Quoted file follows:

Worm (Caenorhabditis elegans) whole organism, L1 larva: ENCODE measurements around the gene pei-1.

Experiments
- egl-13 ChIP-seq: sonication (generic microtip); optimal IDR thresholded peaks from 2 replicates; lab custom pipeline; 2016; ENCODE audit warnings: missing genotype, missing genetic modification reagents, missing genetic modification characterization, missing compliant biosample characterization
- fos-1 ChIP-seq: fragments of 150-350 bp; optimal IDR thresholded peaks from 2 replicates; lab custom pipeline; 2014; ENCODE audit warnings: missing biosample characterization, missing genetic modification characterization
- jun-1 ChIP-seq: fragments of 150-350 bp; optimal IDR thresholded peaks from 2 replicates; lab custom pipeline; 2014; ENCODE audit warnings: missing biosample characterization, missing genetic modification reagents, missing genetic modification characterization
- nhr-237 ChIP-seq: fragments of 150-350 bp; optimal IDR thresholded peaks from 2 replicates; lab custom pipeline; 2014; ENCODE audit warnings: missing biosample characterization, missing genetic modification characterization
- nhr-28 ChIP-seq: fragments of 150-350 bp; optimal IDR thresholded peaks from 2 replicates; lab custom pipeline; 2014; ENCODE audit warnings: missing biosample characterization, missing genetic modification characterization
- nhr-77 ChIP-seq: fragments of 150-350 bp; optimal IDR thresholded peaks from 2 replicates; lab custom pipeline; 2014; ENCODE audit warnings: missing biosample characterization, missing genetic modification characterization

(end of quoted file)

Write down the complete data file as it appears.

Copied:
Worm (Caenorhabditis elegans) whole organism, L1 larva: ENCODE measurements around the gene pei-1.

Experiments
- egl-13 ChIP-seq: sonication (generic microtip); optimal IDR thresholded peaks from 2 replicates; lab custom pipeline; 2016; ENCODE audit warnings: missing genotype, missing genetic modification reagents, missing genetic modification characterization, missing compliant biosample characterization
- fos-1 ChIP-seq: fragments of 150-350 bp; optimal IDR thresholded peaks from 2 replicates; lab custom pipeline; 2014; ENCODE audit warnings: missing biosample characterization, missing genetic modification characterization
- jun-1 ChIP-seq: fragments of 150-350 bp; optimal IDR thresholded peaks from 2 replicates; lab custom pipeline; 2014; ENCODE audit warnings: missing biosample characterization, missing genetic modification reagents, missing genetic modification characterization
- nhr-237 ChIP-seq: fragments of 150-350 bp; optimal IDR thresholded peaks from 2 replicates; lab custom pipeline; 2014; ENCODE audit warnings: missing biosample characterization, missing genetic modification characterization
- nhr-28 ChIP-seq: fragments of 150-350 bp; optimal IDR thresholded peaks from 2 replicates; lab custom pipeline; 2014; ENCODE audit warnings: missing biosample characterization, missing genetic modification characterization
- nhr-77 ChIP-seq: fragments of 150-350 bp; optimal IDR thresholded peaks from 2 replicates; lab custom pipeline; 2014; ENCODE audit warnings: missing biosample characterization, missing genetic modification characterization